Family in agony as five relatives still missing after Huruma tragedy
By Protus Onyango | May 4th 2016
The wait has been long and agonising for Yvonne Achieng who can't locate her five relatives after the collapse of the Huruma building.
For Achieng, 26, who works at United Aryan EPZ Ltd in Ruaraka, Friday night was just a normal night for her.
"I was on night shift that week and left home on a motorbike at 6.30pm," recalls Achieng, who was expected to report for work by 7pm.
Because of noise made by machines at her workplace, she noticed missed calls from her family members and friends at 9.30pm.
"I was confused and thought something was wrong. But I was able to receive my other friend's call who wanted me to tell him if I knew something about the collapsed building in Huruma," Achieng says.
She wasn't sure so she called a friend near Metameta in Huruma close to where she lived.
Her friend confirmed to her that it was the house where she was living that had collapsed.
"I was shaken but my colleagues encouraged me to stay clam and seek for more information before I left for home because it was late at night," Achieng says.
She took a motorbike home and joined other people to wait for their relatives to be rescued from the collapsed building.
"I learnt when the house collapsed, it had four children, my mother and sister. The children were aged 12 years, 11, eight and six. The one aged six is my son. The other two are my sister's kids and the 11-year-old is my cousin's son whom my mother takes care of," Achieng says.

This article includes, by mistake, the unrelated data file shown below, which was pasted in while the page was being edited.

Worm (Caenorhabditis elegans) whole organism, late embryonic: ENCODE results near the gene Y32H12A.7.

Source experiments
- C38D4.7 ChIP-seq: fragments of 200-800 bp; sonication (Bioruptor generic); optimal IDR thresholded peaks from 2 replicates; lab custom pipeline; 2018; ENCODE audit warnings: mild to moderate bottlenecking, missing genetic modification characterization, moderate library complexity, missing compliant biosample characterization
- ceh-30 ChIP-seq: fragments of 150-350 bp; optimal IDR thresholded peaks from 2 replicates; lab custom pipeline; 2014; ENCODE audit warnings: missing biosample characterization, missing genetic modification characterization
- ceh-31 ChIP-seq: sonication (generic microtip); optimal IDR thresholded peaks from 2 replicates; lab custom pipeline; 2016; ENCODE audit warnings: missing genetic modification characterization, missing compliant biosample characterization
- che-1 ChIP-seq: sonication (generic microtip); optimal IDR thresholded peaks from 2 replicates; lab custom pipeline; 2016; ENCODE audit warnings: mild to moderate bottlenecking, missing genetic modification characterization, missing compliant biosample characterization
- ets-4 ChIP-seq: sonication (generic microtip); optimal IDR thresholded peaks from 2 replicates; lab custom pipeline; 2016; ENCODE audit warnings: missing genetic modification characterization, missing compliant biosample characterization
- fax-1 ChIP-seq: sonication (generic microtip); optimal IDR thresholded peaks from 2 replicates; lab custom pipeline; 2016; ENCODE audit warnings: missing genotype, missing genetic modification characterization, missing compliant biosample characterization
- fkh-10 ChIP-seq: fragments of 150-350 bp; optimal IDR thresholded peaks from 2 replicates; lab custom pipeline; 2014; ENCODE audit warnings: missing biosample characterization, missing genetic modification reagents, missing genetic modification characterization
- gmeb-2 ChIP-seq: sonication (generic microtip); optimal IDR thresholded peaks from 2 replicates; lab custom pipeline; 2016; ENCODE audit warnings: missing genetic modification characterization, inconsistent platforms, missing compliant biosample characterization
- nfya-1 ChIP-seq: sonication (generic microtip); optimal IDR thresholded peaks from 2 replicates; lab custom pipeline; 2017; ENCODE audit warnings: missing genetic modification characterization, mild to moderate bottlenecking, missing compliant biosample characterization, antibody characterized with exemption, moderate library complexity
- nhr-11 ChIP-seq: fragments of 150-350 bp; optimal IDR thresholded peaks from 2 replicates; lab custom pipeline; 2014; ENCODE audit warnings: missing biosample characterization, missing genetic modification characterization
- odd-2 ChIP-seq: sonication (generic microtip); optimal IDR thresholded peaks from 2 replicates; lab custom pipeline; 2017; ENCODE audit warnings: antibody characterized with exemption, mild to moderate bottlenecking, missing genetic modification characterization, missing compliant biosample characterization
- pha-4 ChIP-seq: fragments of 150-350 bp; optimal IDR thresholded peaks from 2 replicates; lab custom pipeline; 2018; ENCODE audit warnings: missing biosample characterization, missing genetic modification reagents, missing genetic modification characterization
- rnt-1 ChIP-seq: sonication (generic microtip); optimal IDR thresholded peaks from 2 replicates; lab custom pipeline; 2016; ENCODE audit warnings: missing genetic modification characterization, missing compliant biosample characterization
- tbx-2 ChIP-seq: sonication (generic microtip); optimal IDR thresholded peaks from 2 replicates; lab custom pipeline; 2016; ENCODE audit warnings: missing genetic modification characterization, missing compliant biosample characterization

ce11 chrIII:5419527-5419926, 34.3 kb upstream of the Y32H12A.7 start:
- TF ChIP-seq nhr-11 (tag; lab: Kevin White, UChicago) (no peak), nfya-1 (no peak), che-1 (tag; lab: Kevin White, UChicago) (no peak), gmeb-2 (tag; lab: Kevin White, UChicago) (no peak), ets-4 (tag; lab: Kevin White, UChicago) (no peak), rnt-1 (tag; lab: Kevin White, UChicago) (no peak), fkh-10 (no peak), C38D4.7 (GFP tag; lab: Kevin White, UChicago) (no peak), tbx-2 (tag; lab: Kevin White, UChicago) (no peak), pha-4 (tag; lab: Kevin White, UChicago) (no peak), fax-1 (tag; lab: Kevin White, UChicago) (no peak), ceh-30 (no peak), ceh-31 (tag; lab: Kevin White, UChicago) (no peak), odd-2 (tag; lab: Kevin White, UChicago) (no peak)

Her mother is aged 52 years old while her sister, who works with her at Aryan, is 29. She leaves her children with the mother when she goes to work and picks them up after work.
As moments passed by and more people were being rescued, Achieng' became impatient.
"I was joined by my cousin Kelvin Otieno, 28, and when we didn't see our people among the survivors, the paramedics advised us to check at Mama Lucy, Guru Nanak and Kenyatta National Hospital (KNH)," Achieng narrates.
They hired a taxi and went to the three hospitals but found none of their relatives.
"At KNH, doctors told us to try Blue House Hospital in Eastleigh because that is where children were being taken. There, we found my cousin's son who has scratches at 2am and doctors said he was out of danger and we could go home with him," Akinyi says.
But since she had no place to take the child, she pleaded with the hospital management to let him sleep there as she looked for a solution.
Achieng went back to the accident scene but still there was no sight of her relatives. Her, together with her cousin, again set off for the hospitals.
"We have gone to Huruma Nursing Home, Kiambu County Hospital, City Mortuary and Marura but our people were not there," says Achieng, who is now at Starehe CDF Social Hall in Huruma, keeping her fingers crossed.
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